Colombia, a vibrant country in Latin America, boasts a staggering natural wealth, being home to nearly 10 percent of the world’s biodiversity. However, with climate change taking its toll, Colombia’s fragile and unique ecosystems are under threat. The effects of climate change are expected to cause long-term damage, including land degradation, compromised water quality, and decreased agricultural production.
Agriculture, an essential sector in Colombia employing 15.8 percent of the population, is particularly vulnerable to climate-induced weather events such as La Niña. These events bring about cycles of intense drought followed by heavy rainfall, jeopardizing crops and livelihoods. Soil aridity, erosion, and desertification are already pressing issues and are anticipated to worsen with climate change, as highlighted by the World Bank Knowledge Portal.
Colombia recognizes the urgency of addressing climate change and has taken significant steps to mitigate its impact. In 2018, Colombia submitted its first Nationally Determined Contribution (NDC), outlining both mitigation and adaptation goals, as well as means of implementation. In December 2020, Colombia further reinforced its commitment by submitting a revised NDC with even more ambitious adaptation priorities.
In its revised NDC, Colombia aims to reduce greenhouse gas emissions by 51 percent, equivalent to 169.44 million tonnes of CO2 eq, by 2030. Achieving this reduction will entail implementing strategies that focus on key areas within the agriculture and land use sector, including cocoa, rice, coffee, plantation forestry, and cattle production. Additionally, Colombia aims to improve the participation of three regions, Andina, Caribe, and Orinoquía, in national agriculture roundtables and provide agroclimatic information to one million producers by 2030.
To tackle the challenges in implementing its climate plans, Colombia is leveraging the SCALA program. This initiative aims to accelerate the implementation of the NDCs and the Integral Management Plan for Climate Change, bridging the gap between national and local levels. The SCALA program builds upon the achievements of previous programs, such as the NAP-Ag program and the NDC Partnership Climate Action Enhancement Package.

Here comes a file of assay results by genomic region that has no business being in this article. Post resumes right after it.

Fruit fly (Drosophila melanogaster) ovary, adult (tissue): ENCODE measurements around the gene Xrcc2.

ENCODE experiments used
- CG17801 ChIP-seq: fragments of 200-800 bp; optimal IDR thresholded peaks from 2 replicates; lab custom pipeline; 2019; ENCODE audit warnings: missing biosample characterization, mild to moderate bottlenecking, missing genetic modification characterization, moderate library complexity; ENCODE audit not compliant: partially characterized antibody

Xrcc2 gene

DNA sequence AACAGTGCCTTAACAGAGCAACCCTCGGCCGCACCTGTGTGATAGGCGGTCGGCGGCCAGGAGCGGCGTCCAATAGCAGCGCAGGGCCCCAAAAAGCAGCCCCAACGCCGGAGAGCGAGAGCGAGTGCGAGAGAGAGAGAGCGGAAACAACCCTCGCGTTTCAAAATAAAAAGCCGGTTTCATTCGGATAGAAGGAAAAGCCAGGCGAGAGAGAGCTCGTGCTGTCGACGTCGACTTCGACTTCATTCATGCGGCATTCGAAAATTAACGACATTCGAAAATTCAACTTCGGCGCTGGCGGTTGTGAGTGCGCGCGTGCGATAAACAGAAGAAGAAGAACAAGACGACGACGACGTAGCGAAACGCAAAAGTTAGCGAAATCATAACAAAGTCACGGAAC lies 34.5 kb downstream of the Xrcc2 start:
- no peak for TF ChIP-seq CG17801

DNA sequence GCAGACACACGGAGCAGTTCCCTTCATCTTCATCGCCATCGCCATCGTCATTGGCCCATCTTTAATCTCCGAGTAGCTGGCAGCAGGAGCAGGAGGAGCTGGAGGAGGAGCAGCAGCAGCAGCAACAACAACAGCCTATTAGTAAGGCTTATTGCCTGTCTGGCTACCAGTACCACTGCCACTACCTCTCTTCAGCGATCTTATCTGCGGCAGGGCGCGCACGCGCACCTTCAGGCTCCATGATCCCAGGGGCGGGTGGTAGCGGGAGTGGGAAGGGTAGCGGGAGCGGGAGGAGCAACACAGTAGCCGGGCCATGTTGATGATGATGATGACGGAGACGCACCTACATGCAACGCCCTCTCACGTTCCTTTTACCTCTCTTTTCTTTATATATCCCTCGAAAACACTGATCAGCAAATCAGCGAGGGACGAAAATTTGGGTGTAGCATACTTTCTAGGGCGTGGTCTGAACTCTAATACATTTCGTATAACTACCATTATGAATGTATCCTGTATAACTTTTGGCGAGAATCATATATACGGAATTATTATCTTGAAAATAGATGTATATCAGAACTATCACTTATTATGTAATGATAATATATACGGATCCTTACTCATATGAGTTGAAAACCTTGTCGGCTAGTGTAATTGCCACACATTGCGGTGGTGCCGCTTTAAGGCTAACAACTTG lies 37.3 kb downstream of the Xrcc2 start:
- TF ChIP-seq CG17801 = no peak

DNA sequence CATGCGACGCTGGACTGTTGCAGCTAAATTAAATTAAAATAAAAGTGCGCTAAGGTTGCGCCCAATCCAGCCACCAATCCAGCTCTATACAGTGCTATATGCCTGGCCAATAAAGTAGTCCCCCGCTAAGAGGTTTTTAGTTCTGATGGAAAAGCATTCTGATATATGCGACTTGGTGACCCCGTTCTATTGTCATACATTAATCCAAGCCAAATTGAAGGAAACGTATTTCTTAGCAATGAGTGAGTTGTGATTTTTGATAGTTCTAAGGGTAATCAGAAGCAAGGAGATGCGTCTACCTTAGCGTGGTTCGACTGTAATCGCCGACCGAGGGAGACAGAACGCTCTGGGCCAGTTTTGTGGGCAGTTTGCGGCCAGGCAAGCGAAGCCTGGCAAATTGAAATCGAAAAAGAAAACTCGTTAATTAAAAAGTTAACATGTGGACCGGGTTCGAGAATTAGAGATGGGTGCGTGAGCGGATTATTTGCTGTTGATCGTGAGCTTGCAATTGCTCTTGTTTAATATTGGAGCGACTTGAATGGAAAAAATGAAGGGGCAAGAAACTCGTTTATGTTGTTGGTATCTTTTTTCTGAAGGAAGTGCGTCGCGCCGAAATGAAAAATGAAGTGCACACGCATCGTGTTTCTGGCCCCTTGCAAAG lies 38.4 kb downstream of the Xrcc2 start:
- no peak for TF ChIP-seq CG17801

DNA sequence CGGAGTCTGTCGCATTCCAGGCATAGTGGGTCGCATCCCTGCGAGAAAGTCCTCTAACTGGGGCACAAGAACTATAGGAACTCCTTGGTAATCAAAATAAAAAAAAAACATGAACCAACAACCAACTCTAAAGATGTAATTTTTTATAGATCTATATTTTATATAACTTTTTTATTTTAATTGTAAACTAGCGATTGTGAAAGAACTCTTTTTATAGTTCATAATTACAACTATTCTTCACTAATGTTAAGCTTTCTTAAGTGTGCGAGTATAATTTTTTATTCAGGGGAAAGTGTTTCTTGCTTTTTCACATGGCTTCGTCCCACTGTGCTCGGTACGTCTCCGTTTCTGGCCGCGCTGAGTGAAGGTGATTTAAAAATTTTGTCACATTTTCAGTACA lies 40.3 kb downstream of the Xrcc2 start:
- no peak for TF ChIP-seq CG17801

Agricultural sub-sectors such as rice, corn, meat and milk, sugar cane, and cocoa will be the focus of adaptation actions under the SCALA program. Through community engagement and capacity-building, Colombia aims to develop sustainable agro-food systems resilient to climate change impacts. Activities include conducting cost-benefit analysis, evaluating damage and loss, and characterizing climate change impacts on the agricultural sector.
Looking ahead to 2021 and beyond, the FAO-UNDP SCALA program will concentrate on Cundinamarca, the department where the capital city, Bogota, is located. The program seeks to internalize national guidelines at the territorial level, facilitating the planning and implementation of climate change initiatives on a broader scale. By scaling up successful models and deepening private sector engagement, Colombia aims to strengthen tools, mechanisms, and incentives for climate finance in the agricultural sector.
Colombia’s commitment to protecting its biodiversity and building a resilient future is commendable. As the country moves forward, it strives to ensure that sustainable practices and climate resilience become integral parts of its agricultural landscape. By embracing these challenges head-on, Colombia paves the way for a greener, more sustainable future.
(Source: Ames Farm Center)